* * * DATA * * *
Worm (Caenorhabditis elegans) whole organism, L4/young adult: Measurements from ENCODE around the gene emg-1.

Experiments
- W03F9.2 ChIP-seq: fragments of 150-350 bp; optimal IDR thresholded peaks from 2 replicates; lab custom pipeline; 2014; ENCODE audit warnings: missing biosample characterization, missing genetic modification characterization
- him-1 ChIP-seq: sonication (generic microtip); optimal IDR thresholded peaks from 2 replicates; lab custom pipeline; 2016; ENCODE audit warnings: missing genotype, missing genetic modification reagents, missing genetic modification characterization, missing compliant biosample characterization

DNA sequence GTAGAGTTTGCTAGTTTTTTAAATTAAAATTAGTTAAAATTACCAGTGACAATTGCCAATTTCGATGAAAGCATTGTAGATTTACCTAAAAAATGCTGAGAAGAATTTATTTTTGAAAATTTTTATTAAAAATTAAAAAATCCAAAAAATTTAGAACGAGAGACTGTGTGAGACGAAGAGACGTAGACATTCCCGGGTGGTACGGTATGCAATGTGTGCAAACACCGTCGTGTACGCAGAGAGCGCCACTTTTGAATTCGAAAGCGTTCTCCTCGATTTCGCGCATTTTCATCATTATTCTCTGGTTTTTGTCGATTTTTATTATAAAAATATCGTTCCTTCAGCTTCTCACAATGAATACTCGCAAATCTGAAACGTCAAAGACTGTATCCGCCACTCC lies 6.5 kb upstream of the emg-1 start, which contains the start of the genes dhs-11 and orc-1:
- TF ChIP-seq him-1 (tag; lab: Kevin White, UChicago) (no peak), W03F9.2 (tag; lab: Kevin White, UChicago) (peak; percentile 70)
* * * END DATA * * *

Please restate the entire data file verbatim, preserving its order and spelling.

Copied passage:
Worm (Caenorhabditis elegans) whole organism, L4/young adult: Measurements from ENCODE around the gene emg-1.

Experiments
- W03F9.2 ChIP-seq: fragments of 150-350 bp; optimal IDR thresholded peaks from 2 replicates; lab custom pipeline; 2014; ENCODE audit warnings: missing biosample characterization, missing genetic modification characterization
- him-1 ChIP-seq: sonication (generic microtip); optimal IDR thresholded peaks from 2 replicates; lab custom pipeline; 2016; ENCODE audit warnings: missing genotype, missing genetic modification reagents, missing genetic modification characterization, missing compliant biosample characterization

DNA sequence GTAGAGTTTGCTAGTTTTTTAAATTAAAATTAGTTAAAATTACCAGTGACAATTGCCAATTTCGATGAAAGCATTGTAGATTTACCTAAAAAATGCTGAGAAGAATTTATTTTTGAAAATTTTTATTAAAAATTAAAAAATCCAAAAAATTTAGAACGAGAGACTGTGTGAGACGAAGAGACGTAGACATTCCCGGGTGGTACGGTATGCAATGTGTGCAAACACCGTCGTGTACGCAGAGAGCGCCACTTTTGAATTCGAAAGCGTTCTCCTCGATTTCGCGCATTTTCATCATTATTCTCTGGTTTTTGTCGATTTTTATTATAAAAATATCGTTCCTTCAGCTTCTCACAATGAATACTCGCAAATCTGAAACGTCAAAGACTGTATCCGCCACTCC lies 6.5 kb upstream of the emg-1 start, which contains the start of the genes dhs-11 and orc-1:
- TF ChIP-seq him-1 (tag; lab: Kevin White, UChicago) (no peak), W03F9.2 (tag; lab: Kevin White, UChicago) (peak; percentile 70)